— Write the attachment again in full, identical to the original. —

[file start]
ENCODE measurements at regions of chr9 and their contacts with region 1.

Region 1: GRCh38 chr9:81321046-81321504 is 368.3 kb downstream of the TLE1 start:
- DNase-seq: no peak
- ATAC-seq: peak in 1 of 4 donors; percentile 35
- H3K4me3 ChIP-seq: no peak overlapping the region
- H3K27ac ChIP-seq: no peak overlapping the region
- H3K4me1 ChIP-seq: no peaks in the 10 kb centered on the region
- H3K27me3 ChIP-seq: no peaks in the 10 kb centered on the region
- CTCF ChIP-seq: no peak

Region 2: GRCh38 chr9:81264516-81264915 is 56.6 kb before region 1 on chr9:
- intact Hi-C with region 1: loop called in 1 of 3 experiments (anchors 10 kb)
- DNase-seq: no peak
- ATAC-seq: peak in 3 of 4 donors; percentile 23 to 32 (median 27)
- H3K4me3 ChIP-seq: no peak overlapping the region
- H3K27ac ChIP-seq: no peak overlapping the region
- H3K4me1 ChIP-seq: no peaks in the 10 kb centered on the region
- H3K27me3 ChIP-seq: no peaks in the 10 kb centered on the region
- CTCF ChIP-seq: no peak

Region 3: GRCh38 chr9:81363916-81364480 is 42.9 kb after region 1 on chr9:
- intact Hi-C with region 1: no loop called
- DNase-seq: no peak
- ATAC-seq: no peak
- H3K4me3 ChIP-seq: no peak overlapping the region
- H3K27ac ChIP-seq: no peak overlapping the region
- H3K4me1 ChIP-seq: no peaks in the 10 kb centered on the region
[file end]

ENCODE measurements at regions of chr9 and their contacts with region 1.

Region 1: GRCh38 chr9:81321046-81321504 is 368.3 kb downstream of the TLE1 start:
- DNase-seq: no peak
- ATAC-seq: peak in 1 of 4 donors; percentile 35
- H3K4me3 ChIP-seq: no peak overlapping the region
- H3K27ac ChIP-seq: no peak overlapping the region
- H3K4me1 ChIP-seq: no peaks in the 10 kb centered on the region
- H3K27me3 ChIP-seq: no peaks in the 10 kb centered on the region
- CTCF ChIP-seq: no peak

Region 2: GRCh38 chr9:81264516-81264915 is 56.6 kb before region 1 on chr9:
- intact Hi-C with region 1: loop called in 1 of 3 experiments (anchors 10 kb)
- DNase-seq: no peak
- ATAC-seq: peak in 3 of 4 donors; percentile 23 to 32 (median 27)
- H3K4me3 ChIP-seq: no peak overlapping the region
- H3K27ac ChIP-seq: no peak overlapping the region
- H3K4me1 ChIP-seq: no peaks in the 10 kb centered on the region
- H3K27me3 ChIP-seq: no peaks in the 10 kb centered on the region
- CTCF ChIP-seq: no peak

Region 3: GRCh38 chr9:81363916-81364480 is 42.9 kb after region 1 on chr9:
- intact Hi-C with region 1: no loop called
- DNase-seq: no peak
- ATAC-seq: no peak
- H3K4me3 ChIP-seq: no peak overlapping the region
- H3K27ac ChIP-seq: no peak overlapping the region
- H3K4me1 ChIP-seq: no peaks in the 10 kb centered on the region